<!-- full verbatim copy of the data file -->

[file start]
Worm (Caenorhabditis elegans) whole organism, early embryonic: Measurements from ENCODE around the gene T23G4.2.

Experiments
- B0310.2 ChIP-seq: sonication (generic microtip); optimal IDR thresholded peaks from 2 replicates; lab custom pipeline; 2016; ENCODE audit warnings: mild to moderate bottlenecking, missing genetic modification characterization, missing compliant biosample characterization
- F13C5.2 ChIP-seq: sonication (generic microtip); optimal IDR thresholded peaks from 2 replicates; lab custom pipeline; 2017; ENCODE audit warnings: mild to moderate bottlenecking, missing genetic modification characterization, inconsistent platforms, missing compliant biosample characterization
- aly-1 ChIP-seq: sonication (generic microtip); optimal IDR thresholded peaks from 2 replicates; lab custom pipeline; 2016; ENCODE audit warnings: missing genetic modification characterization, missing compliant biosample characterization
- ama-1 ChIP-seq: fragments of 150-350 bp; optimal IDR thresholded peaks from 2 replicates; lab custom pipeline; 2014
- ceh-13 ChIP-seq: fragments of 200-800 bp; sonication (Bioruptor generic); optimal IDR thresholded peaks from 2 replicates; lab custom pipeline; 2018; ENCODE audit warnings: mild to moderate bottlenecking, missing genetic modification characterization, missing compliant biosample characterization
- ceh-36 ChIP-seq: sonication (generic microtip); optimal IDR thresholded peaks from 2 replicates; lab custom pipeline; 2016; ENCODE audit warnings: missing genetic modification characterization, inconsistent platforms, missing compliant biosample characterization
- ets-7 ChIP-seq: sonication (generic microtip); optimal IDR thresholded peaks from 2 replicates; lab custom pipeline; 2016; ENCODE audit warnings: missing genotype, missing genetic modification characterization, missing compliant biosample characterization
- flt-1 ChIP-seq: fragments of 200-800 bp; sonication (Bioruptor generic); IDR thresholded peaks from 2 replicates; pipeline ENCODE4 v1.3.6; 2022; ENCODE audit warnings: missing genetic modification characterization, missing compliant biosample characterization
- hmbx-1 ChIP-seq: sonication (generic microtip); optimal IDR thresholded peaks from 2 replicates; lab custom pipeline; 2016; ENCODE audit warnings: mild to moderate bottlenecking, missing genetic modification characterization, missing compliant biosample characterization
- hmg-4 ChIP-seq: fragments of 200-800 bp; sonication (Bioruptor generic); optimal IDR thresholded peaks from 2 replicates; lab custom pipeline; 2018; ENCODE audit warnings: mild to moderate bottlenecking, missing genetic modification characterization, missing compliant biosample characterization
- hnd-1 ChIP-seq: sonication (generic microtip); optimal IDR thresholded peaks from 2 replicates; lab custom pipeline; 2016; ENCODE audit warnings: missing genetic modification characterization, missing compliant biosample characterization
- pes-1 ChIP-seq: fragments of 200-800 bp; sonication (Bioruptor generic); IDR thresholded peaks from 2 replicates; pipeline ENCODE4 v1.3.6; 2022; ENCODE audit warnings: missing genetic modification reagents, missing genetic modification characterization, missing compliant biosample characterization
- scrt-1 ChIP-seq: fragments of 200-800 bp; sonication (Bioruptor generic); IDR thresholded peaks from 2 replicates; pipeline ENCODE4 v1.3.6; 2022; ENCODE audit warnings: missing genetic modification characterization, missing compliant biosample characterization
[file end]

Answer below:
Worm (Caenorhabditis elegans) whole organism, early embryonic: Measurements from ENCODE around the gene T23G4.2.

Experiments
- B0310.2 ChIP-seq: sonication (generic microtip); optimal IDR thresholded peaks from 2 replicates; lab custom pipeline; 2016; ENCODE audit warnings: mild to moderate bottlenecking, missing genetic modification characterization, missing compliant biosample characterization
- F13C5.2 ChIP-seq: sonication (generic microtip); optimal IDR thresholded peaks from 2 replicates; lab custom pipeline; 2017; ENCODE audit warnings: mild to moderate bottlenecking, missing genetic modification characterization, inconsistent platforms, missing compliant biosample characterization
- aly-1 ChIP-seq: sonication (generic microtip); optimal IDR thresholded peaks from 2 replicates; lab custom pipeline; 2016; ENCODE audit warnings: missing genetic modification characterization, missing compliant biosample characterization
- ama-1 ChIP-seq: fragments of 150-350 bp; optimal IDR thresholded peaks from 2 replicates; lab custom pipeline; 2014
- ceh-13 ChIP-seq: fragments of 200-800 bp; sonication (Bioruptor generic); optimal IDR thresholded peaks from 2 replicates; lab custom pipeline; 2018; ENCODE audit warnings: mild to moderate bottlenecking, missing genetic modification characterization, missing compliant biosample characterization
- ceh-36 ChIP-seq: sonication (generic microtip); optimal IDR thresholded peaks from 2 replicates; lab custom pipeline; 2016; ENCODE audit warnings: missing genetic modification characterization, inconsistent platforms, missing compliant biosample characterization
- ets-7 ChIP-seq: sonication (generic microtip); optimal IDR thresholded peaks from 2 replicates; lab custom pipeline; 2016; ENCODE audit warnings: missing genotype, missing genetic modification characterization, missing compliant biosample characterization
- flt-1 ChIP-seq: fragments of 200-800 bp; sonication (Bioruptor generic); IDR thresholded peaks from 2 replicates; pipeline ENCODE4 v1.3.6; 2022; ENCODE audit warnings: missing genetic modification characterization, missing compliant biosample characterization
- hmbx-1 ChIP-seq: sonication (generic microtip); optimal IDR thresholded peaks from 2 replicates; lab custom pipeline; 2016; ENCODE audit warnings: mild to moderate bottlenecking, missing genetic modification characterization, missing compliant biosample characterization
- hmg-4 ChIP-seq: fragments of 200-800 bp; sonication (Bioruptor generic); optimal IDR thresholded peaks from 2 replicates; lab custom pipeline; 2018; ENCODE audit warnings: mild to moderate bottlenecking, missing genetic modification characterization, missing compliant biosample characterization
- hnd-1 ChIP-seq: sonication (generic microtip); optimal IDR thresholded peaks from 2 replicates; lab custom pipeline; 2016; ENCODE audit warnings: missing genetic modification characterization, missing compliant biosample characterization
- pes-1 ChIP-seq: fragments of 200-800 bp; sonication (Bioruptor generic); IDR thresholded peaks from 2 replicates; pipeline ENCODE4 v1.3.6; 2022; ENCODE audit warnings: missing genetic modification reagents, missing genetic modification characterization, missing compliant biosample characterization
- scrt-1 ChIP-seq: fragments of 200-800 bp; sonication (Bioruptor generic); IDR thresholded peaks from 2 replicates; pipeline ENCODE4 v1.3.6; 2022; ENCODE audit warnings: missing genetic modification characterization, missing compliant biosample characterization